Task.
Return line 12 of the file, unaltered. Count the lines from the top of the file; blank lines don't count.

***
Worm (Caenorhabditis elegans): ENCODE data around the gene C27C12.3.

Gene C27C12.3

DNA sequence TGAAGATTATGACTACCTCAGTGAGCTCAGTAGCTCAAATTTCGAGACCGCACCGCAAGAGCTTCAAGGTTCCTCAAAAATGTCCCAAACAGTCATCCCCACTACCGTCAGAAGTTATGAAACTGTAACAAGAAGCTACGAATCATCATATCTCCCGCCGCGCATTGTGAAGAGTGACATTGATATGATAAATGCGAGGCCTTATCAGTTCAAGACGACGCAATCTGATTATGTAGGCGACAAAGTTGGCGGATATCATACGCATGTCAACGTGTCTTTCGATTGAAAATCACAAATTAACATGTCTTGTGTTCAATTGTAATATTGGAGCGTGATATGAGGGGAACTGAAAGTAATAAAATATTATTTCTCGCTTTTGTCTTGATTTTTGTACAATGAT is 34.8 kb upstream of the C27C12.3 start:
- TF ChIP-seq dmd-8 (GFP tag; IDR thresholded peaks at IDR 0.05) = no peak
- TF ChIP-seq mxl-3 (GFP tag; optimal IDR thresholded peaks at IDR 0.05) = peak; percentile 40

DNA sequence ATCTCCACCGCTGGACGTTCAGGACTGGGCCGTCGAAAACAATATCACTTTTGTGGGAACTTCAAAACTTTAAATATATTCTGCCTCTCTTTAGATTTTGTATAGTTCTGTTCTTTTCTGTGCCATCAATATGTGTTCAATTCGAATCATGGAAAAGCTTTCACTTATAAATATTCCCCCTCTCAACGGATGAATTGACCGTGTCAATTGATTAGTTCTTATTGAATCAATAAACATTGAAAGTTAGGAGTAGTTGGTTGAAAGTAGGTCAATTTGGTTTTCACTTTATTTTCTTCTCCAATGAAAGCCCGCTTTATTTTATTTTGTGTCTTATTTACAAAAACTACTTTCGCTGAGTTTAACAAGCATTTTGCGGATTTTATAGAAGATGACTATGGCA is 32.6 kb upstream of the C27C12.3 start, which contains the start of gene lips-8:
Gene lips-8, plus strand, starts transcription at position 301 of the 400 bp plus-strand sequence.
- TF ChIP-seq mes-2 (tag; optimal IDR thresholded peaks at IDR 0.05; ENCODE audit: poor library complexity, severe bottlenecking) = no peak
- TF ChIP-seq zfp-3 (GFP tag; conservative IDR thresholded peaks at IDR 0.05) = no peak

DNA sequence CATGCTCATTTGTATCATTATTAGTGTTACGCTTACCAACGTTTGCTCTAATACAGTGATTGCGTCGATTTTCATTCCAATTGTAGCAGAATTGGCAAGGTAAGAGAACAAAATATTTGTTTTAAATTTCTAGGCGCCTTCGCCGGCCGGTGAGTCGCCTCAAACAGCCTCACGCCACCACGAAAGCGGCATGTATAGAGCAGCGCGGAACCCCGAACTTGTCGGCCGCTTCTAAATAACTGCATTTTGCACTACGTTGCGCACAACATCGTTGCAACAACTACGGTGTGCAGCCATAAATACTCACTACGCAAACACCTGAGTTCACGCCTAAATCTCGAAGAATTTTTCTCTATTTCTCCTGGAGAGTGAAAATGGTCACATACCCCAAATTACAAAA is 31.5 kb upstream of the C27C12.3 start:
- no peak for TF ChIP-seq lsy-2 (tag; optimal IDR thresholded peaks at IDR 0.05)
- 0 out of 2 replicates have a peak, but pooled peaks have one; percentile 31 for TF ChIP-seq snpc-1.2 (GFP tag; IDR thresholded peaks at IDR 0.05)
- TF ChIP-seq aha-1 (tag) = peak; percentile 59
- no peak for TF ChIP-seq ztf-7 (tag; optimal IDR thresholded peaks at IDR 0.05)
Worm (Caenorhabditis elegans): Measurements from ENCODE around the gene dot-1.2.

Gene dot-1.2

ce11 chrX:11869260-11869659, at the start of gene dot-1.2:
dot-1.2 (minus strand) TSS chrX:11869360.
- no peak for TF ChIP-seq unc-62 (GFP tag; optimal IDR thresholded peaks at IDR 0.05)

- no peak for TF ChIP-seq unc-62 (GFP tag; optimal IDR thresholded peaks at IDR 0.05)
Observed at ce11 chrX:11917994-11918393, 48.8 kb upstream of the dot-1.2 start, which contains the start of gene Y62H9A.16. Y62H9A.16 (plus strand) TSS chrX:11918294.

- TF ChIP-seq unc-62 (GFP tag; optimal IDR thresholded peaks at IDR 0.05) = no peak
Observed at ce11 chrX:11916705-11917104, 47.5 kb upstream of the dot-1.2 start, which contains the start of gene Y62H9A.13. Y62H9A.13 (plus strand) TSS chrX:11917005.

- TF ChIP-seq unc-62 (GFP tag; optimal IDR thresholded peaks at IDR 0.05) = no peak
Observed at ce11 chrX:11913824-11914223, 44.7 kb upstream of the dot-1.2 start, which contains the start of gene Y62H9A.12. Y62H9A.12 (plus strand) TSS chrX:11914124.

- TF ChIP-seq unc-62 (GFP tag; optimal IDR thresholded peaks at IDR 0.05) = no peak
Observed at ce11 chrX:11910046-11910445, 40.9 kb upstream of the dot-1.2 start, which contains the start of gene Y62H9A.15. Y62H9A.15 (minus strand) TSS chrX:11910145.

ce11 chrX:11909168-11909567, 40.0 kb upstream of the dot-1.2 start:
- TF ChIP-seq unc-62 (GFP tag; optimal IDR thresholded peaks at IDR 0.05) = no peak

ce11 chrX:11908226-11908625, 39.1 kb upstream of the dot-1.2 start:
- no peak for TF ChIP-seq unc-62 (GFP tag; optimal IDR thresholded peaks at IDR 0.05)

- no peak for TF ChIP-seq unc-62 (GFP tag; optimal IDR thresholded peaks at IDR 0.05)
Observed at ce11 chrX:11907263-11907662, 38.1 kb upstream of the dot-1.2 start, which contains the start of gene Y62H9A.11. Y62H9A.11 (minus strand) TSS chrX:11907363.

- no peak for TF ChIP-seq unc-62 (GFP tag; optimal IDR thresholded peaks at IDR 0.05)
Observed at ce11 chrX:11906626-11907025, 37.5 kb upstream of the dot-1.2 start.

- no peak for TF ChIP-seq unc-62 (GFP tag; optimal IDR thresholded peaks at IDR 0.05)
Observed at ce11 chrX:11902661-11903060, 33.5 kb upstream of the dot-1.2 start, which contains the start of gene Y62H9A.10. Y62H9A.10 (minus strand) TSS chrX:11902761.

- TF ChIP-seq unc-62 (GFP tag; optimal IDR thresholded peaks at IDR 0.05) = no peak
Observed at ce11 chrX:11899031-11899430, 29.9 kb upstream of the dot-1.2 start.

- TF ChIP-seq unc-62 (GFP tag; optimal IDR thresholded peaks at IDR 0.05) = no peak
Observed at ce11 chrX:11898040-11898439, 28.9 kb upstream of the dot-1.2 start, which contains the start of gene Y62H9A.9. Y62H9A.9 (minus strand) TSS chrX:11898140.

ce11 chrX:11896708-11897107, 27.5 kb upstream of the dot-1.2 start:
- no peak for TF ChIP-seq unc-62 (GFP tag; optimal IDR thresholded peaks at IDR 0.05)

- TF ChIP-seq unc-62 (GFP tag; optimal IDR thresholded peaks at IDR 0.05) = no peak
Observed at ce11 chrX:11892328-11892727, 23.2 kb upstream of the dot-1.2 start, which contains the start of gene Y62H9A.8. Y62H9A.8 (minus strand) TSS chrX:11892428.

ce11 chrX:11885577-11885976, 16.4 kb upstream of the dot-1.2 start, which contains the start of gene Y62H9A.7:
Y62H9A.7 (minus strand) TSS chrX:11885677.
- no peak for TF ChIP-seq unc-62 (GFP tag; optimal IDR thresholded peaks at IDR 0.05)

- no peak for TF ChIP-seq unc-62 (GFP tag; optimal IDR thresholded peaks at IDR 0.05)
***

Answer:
- 0 out of 2 replicates have a peak, but pooled peaks have one; percentile 31 for TF ChIP-seq snpc-1.2 (GFP tag; IDR thresholded peaks at IDR 0.05)